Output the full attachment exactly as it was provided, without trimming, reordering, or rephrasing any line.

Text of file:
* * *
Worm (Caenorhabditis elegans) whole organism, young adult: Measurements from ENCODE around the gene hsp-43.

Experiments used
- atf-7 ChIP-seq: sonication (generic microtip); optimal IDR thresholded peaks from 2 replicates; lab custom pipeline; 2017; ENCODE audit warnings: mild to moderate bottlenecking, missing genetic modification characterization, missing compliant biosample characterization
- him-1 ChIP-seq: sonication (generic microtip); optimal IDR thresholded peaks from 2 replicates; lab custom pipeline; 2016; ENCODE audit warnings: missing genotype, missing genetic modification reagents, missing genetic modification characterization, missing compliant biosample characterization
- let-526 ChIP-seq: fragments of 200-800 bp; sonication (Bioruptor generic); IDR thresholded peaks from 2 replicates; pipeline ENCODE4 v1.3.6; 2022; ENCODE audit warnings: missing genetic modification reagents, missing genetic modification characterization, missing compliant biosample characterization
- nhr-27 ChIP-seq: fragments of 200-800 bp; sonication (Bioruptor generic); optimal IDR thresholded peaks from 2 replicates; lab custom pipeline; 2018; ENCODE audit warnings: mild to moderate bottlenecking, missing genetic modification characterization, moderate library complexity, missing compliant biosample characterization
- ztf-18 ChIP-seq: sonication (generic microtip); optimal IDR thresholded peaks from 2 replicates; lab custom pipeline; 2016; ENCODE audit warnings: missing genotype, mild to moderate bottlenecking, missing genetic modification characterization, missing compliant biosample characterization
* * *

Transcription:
Worm (Caenorhabditis elegans) whole organism, young adult: Measurements from ENCODE around the gene hsp-43.

Experiments used
- atf-7 ChIP-seq: sonication (generic microtip); optimal IDR thresholded peaks from 2 replicates; lab custom pipeline; 2017; ENCODE audit warnings: mild to moderate bottlenecking, missing genetic modification characterization, missing compliant biosample characterization
- him-1 ChIP-seq: sonication (generic microtip); optimal IDR thresholded peaks from 2 replicates; lab custom pipeline; 2016; ENCODE audit warnings: missing genotype, missing genetic modification reagents, missing genetic modification characterization, missing compliant biosample characterization
- let-526 ChIP-seq: fragments of 200-800 bp; sonication (Bioruptor generic); IDR thresholded peaks from 2 replicates; pipeline ENCODE4 v1.3.6; 2022; ENCODE audit warnings: missing genetic modification reagents, missing genetic modification characterization, missing compliant biosample characterization
- nhr-27 ChIP-seq: fragments of 200-800 bp; sonication (Bioruptor generic); optimal IDR thresholded peaks from 2 replicates; lab custom pipeline; 2018; ENCODE audit warnings: mild to moderate bottlenecking, missing genetic modification characterization, moderate library complexity, missing compliant biosample characterization
- ztf-18 ChIP-seq: sonication (generic microtip); optimal IDR thresholded peaks from 2 replicates; lab custom pipeline; 2016; ENCODE audit warnings: missing genotype, mild to moderate bottlenecking, missing genetic modification characterization, missing compliant biosample characterization